There are also additional fees to transfer data out, but the whole point of an offline storage solution like Glacier is to have something safely stored away where you don’t have to worry about it, and wont need to access it often, so these fees should be minimal.
The key to using Amazon Glacier is to setup an Amazon Web Services account. If you already have a regular Amazon account, all you need to do is go to ttp://aws.amazon.com/ and sign up. Amazon offers a lot of other services that you won’t need, just sign up for an S3 account.
Once you have an S3 account, you need to find an easy way to get the data from your computer into S3. You can do it through the website, but there are many third party utilities that can do it for you. Some are free, and others cost a little bit of money. I did some research for all of the options and decided on a program made by Cloudberry Lab called Cloudberry Amazon S3 Backup Desktop edition (I actually use a version specifically made for Windows Home Server 2011, but very few people will use that, and the Desktop version works the same way),
The program costs $29.99 and is worth every penny as it handles transfers to and from S3 and Glacier with ease. Its backups and restores can be scheduled to occur during the middle of the night so as to not interfere with normal Internet usage. I believe there is also a 30 day trial version you can use to see if you like the program.
Once you have the program installed and setup on your computer, you have to link it to your Amazon S3 or Glacier account (you get to choose). You do this by logging into your Amazon AWS Management Console and looking up your Key ID and Secret Access Key. Both of these keys are a long string of letters and numbers that you can copy and paste into Cloudberry’s settings.
Once you have things ready to go, you select local (or network) drives on your computer that you want backed up and create a schedule for them. Creating a backup schedule of files on your computer is the same as pretty much any other backup program out there, so if you’ve used one before, it should be pretty intuitive. Even if you’ve never used a backup program before, its as easy as navigating your computer drives and folders, and marking what you want backed up. Part of the benefit of paying $29.99 for a full retail backup software is that they design it to be incredibly easy.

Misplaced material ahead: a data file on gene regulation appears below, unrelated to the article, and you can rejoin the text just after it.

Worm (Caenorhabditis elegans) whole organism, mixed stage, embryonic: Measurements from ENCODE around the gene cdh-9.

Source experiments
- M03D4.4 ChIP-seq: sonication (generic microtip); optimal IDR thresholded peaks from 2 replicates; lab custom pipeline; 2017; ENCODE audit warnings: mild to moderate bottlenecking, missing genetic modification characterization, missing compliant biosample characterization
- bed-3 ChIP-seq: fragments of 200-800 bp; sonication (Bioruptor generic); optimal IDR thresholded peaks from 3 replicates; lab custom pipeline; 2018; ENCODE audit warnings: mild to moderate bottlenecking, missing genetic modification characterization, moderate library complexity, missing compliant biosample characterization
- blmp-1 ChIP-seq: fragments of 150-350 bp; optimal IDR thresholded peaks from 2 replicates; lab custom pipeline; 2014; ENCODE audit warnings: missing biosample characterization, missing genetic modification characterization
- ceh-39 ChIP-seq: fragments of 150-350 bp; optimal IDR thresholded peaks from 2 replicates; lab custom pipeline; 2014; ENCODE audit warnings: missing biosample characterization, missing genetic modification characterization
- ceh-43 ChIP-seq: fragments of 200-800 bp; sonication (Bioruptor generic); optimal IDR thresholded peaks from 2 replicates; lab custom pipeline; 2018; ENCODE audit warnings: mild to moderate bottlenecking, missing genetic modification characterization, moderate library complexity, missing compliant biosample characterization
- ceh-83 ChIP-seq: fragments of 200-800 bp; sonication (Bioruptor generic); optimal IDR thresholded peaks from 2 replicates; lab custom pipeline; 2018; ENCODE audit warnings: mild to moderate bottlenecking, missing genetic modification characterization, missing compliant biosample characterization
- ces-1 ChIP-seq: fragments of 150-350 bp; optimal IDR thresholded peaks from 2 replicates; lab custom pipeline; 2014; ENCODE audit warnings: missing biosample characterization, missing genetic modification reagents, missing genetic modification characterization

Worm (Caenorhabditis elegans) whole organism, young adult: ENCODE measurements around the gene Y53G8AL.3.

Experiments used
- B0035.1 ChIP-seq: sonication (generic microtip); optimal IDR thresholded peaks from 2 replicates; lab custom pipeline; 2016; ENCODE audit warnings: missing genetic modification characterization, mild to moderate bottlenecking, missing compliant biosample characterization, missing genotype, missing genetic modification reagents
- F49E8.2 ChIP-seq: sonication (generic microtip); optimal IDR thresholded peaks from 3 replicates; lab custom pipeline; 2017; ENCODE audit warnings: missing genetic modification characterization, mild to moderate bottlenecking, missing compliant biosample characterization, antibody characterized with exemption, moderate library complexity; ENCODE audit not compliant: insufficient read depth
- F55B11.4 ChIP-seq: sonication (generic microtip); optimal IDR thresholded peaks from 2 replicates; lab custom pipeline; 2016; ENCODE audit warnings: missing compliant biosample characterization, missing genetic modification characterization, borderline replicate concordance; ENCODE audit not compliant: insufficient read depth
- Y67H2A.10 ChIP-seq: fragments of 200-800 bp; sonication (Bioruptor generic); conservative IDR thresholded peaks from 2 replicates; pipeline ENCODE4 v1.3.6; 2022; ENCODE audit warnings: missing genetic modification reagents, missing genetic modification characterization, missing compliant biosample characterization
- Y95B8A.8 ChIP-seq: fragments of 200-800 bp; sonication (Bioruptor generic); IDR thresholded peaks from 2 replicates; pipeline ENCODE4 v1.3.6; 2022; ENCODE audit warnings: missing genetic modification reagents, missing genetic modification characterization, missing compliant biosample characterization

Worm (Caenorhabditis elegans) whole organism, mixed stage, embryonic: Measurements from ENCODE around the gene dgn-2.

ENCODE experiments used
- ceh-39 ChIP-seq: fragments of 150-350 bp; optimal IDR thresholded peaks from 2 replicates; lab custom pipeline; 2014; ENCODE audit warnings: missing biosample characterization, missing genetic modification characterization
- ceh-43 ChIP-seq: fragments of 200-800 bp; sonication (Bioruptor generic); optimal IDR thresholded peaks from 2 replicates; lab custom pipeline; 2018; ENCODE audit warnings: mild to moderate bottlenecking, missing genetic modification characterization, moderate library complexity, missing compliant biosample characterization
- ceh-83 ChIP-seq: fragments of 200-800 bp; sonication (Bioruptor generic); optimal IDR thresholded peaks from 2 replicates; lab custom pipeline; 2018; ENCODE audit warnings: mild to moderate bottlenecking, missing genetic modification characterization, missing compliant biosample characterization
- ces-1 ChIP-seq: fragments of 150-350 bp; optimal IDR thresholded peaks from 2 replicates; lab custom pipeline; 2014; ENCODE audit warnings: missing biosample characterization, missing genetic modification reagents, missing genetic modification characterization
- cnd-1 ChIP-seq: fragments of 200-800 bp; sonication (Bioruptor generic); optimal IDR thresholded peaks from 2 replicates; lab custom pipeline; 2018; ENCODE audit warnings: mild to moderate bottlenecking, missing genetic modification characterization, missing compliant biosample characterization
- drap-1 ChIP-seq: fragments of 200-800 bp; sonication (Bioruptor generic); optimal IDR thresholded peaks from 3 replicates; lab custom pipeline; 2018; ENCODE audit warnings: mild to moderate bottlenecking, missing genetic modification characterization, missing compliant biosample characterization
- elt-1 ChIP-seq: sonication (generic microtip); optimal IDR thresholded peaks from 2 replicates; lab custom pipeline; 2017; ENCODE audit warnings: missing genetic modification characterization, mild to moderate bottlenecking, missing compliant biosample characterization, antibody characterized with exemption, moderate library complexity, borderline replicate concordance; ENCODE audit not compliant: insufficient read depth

I won’t go any more in depth as to how to use the Cloudberry program, so if you need more help, you’ll need to browse their support forums or documentation, but I assure you, its not difficult.
Once you have everything setup, Cloudberry will sync your folders to whichever account you’ve selected. You can send things directly to S3 or to Glacier, but remember S3 is more expensive than Glacier, but offers instant retrieval, whereas Glacier requires a backup request.
For more advanced users you can actually setup files to first go to S3, and then after a period of time, automatically get transferred to Glacier, or stay on S3 depending on your usage. So lets say you wanted to have 99% of your data be on Glacier, but a few files you use frequently remain on S3 (remember you only get billed for what you use and 1 GB is 9.5 cents per month), you could keep 1 or 2 GB of stuff in S3 and the rest in Glacier.
There are additional advanced options like the ability to keep multiple versions of files, or have files expire and get deleted after a certain amount of time. This wouldn’t be useful for pictures and audio archives, but the options are there.
In a nutshell, the combination of Amazon Glacier and a quality backup software like Cloudberry Backup is a great way to store huge amounts of personal data safely in the cloud. Amazon secures your data with 256-bit encryption keys and they estimate a 99.999999999% (that is straight from their website, I did not make that up) redundancy. You have much better odds of your house getting struck by lightning and melting your external hard drives, than you do losing data on Amazon Glacier. I think its a really great option that many people are not that familiar with. Sure, Dropbox and Google Drive have their advantages, but for larger amounts of data, I highly recommend Amazon Glacier.